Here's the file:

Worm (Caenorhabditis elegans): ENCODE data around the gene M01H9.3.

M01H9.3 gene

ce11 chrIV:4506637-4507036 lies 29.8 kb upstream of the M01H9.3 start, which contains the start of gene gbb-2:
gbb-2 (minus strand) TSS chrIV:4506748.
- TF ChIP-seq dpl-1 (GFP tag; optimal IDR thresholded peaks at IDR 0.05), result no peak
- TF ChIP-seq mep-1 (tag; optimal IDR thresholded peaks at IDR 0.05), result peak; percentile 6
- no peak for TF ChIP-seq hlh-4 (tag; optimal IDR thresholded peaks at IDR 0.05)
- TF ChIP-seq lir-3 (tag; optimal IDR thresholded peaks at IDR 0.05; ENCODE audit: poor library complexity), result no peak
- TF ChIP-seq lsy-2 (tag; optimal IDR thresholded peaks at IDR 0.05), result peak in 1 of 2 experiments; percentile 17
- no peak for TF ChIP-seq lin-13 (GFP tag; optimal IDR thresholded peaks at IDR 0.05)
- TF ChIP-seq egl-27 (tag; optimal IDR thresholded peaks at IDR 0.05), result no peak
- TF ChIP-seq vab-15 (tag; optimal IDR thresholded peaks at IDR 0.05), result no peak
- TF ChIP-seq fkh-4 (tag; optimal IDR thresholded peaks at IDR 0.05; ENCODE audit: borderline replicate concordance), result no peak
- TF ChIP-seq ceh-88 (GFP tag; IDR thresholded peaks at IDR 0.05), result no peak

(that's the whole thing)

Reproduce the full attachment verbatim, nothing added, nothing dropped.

Worm (Caenorhabditis elegans): ENCODE data around the gene M01H9.3.

M01H9.3 gene

ce11 chrIV:4506637-4507036 lies 29.8 kb upstream of the M01H9.3 start, which contains the start of gene gbb-2:
gbb-2 (minus strand) TSS chrIV:4506748.
- TF ChIP-seq dpl-1 (GFP tag; optimal IDR thresholded peaks at IDR 0.05), result no peak
- TF ChIP-seq mep-1 (tag; optimal IDR thresholded peaks at IDR 0.05), result peak; percentile 6
- no peak for TF ChIP-seq hlh-4 (tag; optimal IDR thresholded peaks at IDR 0.05)
- TF ChIP-seq lir-3 (tag; optimal IDR thresholded peaks at IDR 0.05; ENCODE audit: poor library complexity), result no peak
- TF ChIP-seq lsy-2 (tag; optimal IDR thresholded peaks at IDR 0.05), result peak in 1 of 2 experiments; percentile 17
- no peak for TF ChIP-seq lin-13 (GFP tag; optimal IDR thresholded peaks at IDR 0.05)
- TF ChIP-seq egl-27 (tag; optimal IDR thresholded peaks at IDR 0.05), result no peak
- TF ChIP-seq vab-15 (tag; optimal IDR thresholded peaks at IDR 0.05), result no peak
- TF ChIP-seq fkh-4 (tag; optimal IDR thresholded peaks at IDR 0.05; ENCODE audit: borderline replicate concordance), result no peak
- TF ChIP-seq ceh-88 (GFP tag; IDR thresholded peaks at IDR 0.05), result no peak